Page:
Of note, two companies—San Diego-based Vical, working with the Vaccine Research Center in Bethesda, Md., and Mt. Pleasant, S.C.-based GenPhar—are developing vaccines for the Ebola virus, one of the most dangerous viruses in the world. GenPhar also is developing a vaccine for Marburg virus, a less virulent relative of Ebola. Meanwhile, high school and college students may be pleased to find that GlaxoSmithKline has a vaccine for mononucleosis resulting from the Epstein-Barr virus in mid-stage clinical trials. Four vaccines also are in the works for hepatitis C.
Vaccines in phase 3 or awaiting FDA approval
|FluBlok||Protein Sciences||Influenza virus infections in adults and children||Applied for approval|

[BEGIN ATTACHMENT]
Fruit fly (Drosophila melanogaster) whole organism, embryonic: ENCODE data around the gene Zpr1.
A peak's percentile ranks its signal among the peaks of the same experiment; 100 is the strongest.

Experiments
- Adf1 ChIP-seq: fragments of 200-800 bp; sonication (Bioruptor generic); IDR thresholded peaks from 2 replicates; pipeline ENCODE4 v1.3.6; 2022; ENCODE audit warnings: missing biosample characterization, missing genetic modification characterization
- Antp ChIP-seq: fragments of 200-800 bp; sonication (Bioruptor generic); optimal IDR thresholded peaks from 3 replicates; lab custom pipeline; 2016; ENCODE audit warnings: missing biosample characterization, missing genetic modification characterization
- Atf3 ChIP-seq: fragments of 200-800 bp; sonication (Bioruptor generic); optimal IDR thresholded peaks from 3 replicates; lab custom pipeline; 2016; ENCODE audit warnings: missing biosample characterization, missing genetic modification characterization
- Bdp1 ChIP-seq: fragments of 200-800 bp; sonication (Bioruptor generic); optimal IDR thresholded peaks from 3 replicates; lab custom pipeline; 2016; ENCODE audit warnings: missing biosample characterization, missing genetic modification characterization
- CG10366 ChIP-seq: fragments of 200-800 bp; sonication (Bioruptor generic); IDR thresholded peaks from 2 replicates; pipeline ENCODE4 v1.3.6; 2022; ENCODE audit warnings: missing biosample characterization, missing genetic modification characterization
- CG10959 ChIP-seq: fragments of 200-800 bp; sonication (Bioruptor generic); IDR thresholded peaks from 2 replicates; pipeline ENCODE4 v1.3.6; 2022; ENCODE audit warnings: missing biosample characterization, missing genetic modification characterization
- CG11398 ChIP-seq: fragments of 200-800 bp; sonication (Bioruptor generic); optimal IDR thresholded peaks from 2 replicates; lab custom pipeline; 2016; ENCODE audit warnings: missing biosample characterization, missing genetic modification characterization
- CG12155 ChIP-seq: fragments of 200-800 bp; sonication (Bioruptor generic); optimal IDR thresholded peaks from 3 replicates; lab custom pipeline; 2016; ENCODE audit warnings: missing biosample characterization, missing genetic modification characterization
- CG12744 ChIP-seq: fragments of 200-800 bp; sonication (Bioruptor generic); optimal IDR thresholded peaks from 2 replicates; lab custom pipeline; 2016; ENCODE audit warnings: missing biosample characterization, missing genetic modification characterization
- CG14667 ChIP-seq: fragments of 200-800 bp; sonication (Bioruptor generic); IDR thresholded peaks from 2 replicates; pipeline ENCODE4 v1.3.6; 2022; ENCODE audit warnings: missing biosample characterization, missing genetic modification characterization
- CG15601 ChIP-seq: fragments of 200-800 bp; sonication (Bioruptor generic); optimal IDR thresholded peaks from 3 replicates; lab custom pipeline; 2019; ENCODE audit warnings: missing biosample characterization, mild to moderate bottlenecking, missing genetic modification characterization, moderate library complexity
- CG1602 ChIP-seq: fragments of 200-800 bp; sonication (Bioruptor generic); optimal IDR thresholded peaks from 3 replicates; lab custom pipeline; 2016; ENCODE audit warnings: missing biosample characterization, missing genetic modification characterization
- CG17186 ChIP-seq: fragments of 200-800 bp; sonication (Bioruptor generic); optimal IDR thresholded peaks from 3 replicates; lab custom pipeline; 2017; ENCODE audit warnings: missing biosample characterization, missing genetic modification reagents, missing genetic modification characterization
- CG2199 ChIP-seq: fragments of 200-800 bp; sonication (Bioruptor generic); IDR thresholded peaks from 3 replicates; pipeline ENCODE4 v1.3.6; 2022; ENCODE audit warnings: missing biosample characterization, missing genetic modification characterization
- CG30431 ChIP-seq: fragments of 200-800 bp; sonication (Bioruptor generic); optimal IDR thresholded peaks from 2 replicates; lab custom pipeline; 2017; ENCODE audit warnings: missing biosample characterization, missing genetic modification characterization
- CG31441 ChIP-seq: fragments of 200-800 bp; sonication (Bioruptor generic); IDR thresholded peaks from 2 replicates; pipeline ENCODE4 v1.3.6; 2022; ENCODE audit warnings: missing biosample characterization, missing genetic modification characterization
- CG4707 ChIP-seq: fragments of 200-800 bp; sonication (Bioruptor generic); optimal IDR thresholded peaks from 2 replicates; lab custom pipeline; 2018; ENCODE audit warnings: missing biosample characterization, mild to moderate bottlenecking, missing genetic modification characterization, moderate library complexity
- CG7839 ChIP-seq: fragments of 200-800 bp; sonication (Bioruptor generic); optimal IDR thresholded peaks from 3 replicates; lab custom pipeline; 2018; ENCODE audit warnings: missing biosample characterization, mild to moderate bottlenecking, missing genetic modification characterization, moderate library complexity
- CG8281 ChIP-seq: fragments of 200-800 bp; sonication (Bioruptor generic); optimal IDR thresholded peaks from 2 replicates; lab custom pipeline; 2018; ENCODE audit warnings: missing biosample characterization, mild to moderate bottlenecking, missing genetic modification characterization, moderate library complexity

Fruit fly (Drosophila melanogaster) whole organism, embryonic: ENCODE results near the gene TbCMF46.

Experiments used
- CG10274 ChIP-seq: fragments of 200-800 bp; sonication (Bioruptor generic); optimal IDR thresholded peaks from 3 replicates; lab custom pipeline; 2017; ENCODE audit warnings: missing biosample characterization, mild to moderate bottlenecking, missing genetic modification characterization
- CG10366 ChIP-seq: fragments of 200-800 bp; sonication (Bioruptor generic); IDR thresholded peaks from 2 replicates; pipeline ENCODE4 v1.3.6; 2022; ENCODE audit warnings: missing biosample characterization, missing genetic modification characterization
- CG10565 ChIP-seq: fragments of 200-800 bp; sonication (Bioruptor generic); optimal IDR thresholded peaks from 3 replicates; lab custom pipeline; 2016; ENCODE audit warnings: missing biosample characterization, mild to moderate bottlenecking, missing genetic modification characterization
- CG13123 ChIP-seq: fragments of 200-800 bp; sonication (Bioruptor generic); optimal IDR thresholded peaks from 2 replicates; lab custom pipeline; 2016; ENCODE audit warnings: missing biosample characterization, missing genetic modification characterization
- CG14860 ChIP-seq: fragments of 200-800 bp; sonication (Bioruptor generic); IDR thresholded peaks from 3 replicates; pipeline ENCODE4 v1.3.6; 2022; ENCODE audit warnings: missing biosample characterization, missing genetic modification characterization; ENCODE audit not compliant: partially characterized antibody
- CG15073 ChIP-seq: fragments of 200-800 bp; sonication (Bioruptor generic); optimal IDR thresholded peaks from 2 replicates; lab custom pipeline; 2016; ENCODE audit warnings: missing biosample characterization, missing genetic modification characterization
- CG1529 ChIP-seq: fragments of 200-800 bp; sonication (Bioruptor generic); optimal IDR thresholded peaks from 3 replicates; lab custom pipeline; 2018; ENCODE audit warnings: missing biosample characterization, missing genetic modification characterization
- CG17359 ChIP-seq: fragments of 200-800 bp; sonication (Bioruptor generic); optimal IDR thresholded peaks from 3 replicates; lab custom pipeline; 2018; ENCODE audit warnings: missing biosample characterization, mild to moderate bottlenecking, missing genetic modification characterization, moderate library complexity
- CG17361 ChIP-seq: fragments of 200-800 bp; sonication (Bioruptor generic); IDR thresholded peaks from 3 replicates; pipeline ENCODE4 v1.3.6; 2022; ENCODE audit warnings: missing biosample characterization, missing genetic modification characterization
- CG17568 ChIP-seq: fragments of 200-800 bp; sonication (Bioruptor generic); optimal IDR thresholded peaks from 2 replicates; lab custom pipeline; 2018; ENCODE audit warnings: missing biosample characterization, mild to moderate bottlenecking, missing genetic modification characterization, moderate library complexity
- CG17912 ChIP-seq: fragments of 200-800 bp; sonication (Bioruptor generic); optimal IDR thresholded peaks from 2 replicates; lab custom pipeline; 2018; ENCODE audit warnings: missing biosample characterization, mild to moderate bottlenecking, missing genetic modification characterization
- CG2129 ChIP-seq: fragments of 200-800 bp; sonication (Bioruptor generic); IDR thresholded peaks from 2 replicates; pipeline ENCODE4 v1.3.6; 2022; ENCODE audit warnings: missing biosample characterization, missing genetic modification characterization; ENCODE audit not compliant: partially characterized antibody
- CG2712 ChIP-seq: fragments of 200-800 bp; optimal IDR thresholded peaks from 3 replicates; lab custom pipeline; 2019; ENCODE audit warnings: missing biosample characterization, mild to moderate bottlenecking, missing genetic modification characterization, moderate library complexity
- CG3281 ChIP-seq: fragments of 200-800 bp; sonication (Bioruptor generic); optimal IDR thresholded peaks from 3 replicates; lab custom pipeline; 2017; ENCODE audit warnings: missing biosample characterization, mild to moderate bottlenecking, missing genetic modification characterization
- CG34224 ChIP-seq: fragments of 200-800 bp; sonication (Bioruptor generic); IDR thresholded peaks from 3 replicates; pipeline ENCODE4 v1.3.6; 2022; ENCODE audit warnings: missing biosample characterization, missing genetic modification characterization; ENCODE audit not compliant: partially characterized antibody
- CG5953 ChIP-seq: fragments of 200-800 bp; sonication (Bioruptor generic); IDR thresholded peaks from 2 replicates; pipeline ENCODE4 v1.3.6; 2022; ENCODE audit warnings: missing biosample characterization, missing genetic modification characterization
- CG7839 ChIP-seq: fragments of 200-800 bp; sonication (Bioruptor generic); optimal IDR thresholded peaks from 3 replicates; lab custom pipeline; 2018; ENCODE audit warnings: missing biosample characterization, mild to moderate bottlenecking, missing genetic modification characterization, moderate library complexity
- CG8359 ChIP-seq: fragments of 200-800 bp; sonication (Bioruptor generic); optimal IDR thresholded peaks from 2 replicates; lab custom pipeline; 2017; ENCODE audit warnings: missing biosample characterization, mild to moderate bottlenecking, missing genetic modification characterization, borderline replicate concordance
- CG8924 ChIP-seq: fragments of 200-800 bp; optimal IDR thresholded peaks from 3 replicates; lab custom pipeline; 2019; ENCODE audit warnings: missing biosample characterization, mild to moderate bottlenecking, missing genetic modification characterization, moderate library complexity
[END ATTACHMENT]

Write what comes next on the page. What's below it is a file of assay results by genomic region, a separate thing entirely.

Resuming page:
|Hexaxim||Sanofi Pasteur||Diphtheria, tetanus, pertussis, hepatitis B, Haemophilus influenzae type B||3|
|Imojev||Sanofi Pasteur, Acambis||Japanese encephalitis||3|
|Ixiaro||Intercell, Novartis Vaccines||Japanese encephalitis||3|
|MenHibrix||GlaxoSmithKline||Neisseria meningitidis groups C and Y, Haemophilus influenzae type B||Applied for approval|
|Menveo||Novartis Vaccines||Meningococcal group A, C, Y and W-135||Applied for approval|
|Optaflu||Novartis Vaccines||Influenza virus infections||Applied for approval|
|Prevnar 13 adult||Pfizer||Prevention of pneumococcal infection in the elderly||3|
|Simplirix||GlaxoSmithKline||Herpes simplex virus||3|
|Source: Pharmaceutical Research and Manufacturers of America|
CVS’ future rests on front-end, private-label evolution